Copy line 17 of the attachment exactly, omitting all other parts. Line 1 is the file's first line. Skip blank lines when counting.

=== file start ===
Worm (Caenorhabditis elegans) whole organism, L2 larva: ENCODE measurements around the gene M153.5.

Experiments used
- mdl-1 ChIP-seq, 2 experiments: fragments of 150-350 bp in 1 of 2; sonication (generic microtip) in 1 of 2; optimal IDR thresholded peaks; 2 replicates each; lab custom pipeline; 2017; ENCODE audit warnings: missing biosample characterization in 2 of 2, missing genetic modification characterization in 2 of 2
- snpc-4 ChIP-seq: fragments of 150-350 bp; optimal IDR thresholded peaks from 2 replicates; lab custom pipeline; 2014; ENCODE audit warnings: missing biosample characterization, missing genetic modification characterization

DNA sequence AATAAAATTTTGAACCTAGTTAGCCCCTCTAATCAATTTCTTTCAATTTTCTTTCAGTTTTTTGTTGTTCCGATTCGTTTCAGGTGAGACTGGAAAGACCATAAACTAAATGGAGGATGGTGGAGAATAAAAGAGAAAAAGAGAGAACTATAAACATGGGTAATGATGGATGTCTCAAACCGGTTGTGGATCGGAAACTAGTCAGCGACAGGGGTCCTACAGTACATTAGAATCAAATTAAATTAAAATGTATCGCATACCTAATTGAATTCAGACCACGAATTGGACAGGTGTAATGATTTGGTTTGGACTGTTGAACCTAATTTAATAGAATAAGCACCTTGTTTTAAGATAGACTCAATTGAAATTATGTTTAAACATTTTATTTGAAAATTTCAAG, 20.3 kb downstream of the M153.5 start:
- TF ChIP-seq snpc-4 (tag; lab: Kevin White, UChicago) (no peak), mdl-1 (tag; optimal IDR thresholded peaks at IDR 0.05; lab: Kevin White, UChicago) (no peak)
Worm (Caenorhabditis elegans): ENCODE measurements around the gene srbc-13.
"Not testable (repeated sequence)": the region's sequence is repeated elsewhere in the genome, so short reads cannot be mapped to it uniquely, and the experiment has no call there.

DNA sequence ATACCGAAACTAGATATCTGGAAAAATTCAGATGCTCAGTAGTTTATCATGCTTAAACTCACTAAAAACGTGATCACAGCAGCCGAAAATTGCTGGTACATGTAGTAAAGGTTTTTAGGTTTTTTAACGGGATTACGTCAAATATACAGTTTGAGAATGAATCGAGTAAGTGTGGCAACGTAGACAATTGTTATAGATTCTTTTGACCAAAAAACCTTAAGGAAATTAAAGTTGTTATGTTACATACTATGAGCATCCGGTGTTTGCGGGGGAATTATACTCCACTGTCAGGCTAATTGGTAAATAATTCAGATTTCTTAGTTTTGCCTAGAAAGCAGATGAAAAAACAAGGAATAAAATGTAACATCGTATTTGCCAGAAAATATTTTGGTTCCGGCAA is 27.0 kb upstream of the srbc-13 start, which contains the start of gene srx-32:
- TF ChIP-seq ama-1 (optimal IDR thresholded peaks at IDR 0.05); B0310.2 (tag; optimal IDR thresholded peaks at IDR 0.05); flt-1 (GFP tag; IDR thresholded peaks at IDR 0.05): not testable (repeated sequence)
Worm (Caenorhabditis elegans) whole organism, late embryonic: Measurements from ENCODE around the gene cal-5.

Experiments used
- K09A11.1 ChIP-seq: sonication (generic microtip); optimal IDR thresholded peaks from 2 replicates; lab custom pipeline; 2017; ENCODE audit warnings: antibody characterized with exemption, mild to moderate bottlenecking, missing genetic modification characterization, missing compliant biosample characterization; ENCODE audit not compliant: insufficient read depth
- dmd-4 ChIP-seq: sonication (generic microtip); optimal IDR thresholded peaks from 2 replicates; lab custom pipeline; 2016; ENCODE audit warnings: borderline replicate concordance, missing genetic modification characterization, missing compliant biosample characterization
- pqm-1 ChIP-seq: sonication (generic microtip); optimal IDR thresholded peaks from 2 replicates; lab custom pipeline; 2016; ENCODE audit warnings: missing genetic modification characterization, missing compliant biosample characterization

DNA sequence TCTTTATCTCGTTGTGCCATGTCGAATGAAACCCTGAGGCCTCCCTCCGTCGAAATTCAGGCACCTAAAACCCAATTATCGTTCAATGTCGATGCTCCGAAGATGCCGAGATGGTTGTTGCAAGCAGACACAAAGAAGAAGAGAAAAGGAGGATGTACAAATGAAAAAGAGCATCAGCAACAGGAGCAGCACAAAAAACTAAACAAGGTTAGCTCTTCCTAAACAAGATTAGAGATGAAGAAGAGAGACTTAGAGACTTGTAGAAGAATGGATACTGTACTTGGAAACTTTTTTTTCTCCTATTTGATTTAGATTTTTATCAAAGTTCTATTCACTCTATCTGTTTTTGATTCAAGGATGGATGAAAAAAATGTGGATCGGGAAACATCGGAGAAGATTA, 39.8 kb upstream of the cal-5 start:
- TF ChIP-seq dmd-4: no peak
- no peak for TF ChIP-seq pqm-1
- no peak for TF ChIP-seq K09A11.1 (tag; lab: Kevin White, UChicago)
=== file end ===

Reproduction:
- TF ChIP-seq dmd-4: no peak